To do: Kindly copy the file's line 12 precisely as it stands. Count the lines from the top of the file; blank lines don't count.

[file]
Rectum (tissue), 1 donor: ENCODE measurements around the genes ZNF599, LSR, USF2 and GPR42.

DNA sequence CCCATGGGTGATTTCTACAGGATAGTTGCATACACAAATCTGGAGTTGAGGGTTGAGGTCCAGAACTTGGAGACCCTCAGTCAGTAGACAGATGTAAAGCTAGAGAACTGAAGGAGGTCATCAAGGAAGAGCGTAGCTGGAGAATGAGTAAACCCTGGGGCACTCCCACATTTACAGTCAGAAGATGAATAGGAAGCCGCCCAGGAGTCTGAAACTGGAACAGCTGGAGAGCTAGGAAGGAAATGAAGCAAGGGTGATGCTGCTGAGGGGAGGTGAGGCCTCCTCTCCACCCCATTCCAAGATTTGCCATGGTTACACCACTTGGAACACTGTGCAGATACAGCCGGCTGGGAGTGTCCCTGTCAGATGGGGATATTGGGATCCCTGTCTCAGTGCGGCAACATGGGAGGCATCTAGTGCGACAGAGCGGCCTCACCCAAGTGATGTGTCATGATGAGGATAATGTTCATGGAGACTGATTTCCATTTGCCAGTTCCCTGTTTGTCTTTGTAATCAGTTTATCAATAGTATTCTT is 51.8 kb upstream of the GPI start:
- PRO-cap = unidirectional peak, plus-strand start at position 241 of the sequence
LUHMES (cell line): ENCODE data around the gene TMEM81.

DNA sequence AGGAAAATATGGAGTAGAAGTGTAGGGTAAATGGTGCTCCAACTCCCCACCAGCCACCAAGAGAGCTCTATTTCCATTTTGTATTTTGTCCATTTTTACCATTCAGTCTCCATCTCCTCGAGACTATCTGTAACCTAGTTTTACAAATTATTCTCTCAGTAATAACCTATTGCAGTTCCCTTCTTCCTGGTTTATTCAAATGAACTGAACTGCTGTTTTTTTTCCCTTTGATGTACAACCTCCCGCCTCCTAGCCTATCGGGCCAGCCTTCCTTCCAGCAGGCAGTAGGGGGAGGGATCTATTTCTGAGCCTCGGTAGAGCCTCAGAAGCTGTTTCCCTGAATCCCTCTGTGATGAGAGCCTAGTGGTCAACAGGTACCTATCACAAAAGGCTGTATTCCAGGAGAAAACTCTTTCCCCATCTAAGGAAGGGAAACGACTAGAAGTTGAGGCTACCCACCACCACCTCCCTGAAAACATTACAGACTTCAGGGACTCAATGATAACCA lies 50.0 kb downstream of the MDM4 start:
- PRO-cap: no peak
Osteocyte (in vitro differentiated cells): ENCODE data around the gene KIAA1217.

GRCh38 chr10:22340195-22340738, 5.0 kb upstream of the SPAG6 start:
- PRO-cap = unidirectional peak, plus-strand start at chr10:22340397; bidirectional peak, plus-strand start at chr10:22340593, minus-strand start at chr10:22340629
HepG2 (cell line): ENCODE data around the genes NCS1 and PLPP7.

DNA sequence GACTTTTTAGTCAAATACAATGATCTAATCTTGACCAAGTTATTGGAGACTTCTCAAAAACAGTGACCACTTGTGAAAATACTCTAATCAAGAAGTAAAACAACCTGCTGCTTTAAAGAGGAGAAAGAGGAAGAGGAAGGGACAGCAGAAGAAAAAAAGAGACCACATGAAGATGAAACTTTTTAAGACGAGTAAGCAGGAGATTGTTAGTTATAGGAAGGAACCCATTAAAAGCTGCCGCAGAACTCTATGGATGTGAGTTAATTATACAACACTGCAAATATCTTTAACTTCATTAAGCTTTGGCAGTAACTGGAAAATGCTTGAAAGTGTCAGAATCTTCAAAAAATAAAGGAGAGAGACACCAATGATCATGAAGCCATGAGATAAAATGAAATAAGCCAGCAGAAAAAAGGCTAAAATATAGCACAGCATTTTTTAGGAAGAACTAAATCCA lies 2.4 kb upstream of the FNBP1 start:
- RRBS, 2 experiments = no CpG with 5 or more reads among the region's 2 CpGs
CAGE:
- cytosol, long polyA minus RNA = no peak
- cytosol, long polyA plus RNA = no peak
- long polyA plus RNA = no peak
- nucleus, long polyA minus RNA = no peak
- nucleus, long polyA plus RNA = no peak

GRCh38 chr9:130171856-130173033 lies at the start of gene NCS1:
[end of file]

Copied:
- RRBS, 2 experiments = no CpG with 5 or more reads among the region's 2 CpGs